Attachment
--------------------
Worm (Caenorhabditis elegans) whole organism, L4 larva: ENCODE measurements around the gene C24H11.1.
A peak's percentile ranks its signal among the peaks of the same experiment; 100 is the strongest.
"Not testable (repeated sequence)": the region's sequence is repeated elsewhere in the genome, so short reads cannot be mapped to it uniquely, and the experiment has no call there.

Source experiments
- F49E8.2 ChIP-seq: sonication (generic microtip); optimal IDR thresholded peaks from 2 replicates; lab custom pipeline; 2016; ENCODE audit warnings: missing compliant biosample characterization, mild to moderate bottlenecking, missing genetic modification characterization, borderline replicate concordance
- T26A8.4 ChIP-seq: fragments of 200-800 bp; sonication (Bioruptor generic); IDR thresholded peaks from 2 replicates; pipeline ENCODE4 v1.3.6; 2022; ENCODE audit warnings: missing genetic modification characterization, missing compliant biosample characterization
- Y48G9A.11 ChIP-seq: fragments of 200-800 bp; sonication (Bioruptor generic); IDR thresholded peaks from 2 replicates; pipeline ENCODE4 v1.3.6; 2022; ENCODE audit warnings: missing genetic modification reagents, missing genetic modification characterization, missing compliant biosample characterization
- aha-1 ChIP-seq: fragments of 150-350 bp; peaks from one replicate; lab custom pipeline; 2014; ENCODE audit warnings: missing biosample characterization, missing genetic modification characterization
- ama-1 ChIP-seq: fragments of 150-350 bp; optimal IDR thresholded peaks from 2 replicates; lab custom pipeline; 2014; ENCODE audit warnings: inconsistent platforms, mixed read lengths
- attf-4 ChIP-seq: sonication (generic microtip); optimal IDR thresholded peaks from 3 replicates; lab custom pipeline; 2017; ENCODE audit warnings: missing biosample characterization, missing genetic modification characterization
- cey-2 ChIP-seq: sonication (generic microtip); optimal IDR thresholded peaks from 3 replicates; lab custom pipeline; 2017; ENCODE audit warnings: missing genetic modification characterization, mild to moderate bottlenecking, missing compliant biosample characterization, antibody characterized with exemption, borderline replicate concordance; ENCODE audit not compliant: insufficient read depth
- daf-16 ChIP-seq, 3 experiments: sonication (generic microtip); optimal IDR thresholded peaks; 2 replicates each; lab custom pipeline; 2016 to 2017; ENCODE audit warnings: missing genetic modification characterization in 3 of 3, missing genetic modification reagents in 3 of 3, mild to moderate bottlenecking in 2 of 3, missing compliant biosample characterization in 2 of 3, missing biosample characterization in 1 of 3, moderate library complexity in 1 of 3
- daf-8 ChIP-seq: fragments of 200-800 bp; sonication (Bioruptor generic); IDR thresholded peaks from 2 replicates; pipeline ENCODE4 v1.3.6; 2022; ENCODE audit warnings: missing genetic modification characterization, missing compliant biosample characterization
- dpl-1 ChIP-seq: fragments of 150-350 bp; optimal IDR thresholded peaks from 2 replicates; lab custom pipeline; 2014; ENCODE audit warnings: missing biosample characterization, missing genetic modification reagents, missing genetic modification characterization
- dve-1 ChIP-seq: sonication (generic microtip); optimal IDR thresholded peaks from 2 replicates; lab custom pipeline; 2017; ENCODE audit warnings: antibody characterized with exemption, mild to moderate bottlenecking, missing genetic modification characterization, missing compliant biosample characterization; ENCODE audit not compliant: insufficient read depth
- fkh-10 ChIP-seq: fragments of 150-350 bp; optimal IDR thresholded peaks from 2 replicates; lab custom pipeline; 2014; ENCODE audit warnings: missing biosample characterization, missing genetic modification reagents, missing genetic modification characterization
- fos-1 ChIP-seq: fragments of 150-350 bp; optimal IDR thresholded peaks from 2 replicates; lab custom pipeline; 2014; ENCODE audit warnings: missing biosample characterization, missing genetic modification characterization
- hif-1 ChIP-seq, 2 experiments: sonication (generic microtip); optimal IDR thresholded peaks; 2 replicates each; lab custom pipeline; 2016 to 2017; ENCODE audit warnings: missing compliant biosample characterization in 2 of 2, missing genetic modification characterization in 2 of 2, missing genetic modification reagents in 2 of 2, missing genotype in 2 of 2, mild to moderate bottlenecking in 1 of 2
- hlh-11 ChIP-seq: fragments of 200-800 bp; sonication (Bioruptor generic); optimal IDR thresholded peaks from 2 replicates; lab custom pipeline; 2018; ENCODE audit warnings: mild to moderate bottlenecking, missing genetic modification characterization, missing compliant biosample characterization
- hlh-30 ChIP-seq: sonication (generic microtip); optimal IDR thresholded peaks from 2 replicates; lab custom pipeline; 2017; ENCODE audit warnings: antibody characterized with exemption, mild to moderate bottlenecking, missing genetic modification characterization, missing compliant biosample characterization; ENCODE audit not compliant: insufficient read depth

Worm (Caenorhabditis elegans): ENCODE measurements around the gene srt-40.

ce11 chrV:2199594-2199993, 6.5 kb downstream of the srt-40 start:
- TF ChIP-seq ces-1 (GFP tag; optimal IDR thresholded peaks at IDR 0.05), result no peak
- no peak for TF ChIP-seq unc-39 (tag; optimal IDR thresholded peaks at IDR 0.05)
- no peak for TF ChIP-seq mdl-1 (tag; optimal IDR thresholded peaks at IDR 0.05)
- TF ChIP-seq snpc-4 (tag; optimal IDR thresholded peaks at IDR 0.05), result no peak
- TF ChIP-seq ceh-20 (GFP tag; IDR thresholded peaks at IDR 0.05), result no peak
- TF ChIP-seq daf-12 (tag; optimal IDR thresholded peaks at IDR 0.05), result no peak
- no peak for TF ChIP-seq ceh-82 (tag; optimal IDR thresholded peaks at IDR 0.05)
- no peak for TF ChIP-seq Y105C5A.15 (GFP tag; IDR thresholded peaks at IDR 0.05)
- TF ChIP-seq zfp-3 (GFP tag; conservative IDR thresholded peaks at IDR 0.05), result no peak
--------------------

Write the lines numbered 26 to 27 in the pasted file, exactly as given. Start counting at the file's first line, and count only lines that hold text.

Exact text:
- TF ChIP-seq snpc-4 (tag; optimal IDR thresholded peaks at IDR 0.05), result no peak
- TF ChIP-seq ceh-20 (GFP tag; IDR thresholded peaks at IDR 0.05), result no peak